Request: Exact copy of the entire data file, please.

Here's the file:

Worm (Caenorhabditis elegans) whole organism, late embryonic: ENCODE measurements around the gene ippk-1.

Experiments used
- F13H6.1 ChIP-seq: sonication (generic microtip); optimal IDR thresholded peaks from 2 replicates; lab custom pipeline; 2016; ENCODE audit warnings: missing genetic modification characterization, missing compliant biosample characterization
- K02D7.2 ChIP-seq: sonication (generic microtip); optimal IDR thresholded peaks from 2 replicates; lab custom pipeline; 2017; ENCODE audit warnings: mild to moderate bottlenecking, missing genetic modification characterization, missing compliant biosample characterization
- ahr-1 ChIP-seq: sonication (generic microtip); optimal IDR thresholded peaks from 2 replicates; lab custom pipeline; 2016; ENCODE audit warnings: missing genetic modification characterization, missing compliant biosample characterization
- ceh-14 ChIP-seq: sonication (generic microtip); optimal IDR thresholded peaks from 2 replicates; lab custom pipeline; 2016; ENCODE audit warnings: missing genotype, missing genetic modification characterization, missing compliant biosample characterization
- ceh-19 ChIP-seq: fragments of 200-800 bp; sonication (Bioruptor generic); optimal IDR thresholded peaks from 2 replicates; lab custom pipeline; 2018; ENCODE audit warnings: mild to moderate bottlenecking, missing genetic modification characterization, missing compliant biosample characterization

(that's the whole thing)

Worm (Caenorhabditis elegans) whole organism, late embryonic: ENCODE measurements around the gene ippk-1.

Experiments used
- F13H6.1 ChIP-seq: sonication (generic microtip); optimal IDR thresholded peaks from 2 replicates; lab custom pipeline; 2016; ENCODE audit warnings: missing genetic modification characterization, missing compliant biosample characterization
- K02D7.2 ChIP-seq: sonication (generic microtip); optimal IDR thresholded peaks from 2 replicates; lab custom pipeline; 2017; ENCODE audit warnings: mild to moderate bottlenecking, missing genetic modification characterization, missing compliant biosample characterization
- ahr-1 ChIP-seq: sonication (generic microtip); optimal IDR thresholded peaks from 2 replicates; lab custom pipeline; 2016; ENCODE audit warnings: missing genetic modification characterization, missing compliant biosample characterization
- ceh-14 ChIP-seq: sonication (generic microtip); optimal IDR thresholded peaks from 2 replicates; lab custom pipeline; 2016; ENCODE audit warnings: missing genotype, missing genetic modification characterization, missing compliant biosample characterization
- ceh-19 ChIP-seq: fragments of 200-800 bp; sonication (Bioruptor generic); optimal IDR thresholded peaks from 2 replicates; lab custom pipeline; 2018; ENCODE audit warnings: mild to moderate bottlenecking, missing genetic modification characterization, missing compliant biosample characterization